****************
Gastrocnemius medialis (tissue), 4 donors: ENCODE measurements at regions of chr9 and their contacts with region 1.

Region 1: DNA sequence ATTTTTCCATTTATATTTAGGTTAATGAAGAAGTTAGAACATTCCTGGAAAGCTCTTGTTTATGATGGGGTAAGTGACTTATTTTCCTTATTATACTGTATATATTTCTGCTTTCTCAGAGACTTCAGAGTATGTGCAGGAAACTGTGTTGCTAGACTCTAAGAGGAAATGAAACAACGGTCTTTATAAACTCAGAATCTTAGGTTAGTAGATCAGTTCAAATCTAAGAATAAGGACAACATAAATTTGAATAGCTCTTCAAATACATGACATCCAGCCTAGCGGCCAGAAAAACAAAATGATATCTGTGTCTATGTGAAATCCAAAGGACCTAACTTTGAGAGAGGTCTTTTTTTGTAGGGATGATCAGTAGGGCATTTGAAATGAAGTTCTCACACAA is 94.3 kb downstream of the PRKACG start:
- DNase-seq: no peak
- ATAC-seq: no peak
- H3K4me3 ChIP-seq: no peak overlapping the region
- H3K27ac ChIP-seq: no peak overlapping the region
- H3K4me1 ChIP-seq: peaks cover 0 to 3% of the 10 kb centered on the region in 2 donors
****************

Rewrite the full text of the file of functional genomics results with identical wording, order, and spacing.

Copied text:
Gastrocnemius medialis (tissue), 4 donors: ENCODE measurements at regions of chr9 and their contacts with region 1.

Region 1: DNA sequence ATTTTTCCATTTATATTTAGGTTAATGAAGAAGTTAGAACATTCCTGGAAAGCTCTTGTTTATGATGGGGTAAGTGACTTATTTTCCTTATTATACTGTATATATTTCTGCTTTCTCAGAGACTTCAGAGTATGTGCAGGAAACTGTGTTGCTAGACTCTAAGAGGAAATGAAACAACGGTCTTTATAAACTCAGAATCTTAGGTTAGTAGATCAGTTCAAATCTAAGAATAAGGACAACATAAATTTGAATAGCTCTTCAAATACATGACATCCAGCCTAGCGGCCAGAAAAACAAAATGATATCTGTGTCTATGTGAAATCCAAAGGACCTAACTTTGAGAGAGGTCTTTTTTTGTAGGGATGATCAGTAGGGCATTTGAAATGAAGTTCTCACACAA is 94.3 kb downstream of the PRKACG start:
- DNase-seq: no peak
- ATAC-seq: no peak
- H3K4me3 ChIP-seq: no peak overlapping the region
- H3K27ac ChIP-seq: no peak overlapping the region
- H3K4me1 ChIP-seq: peaks cover 0 to 3% of the 10 kb centered on the region in 2 donors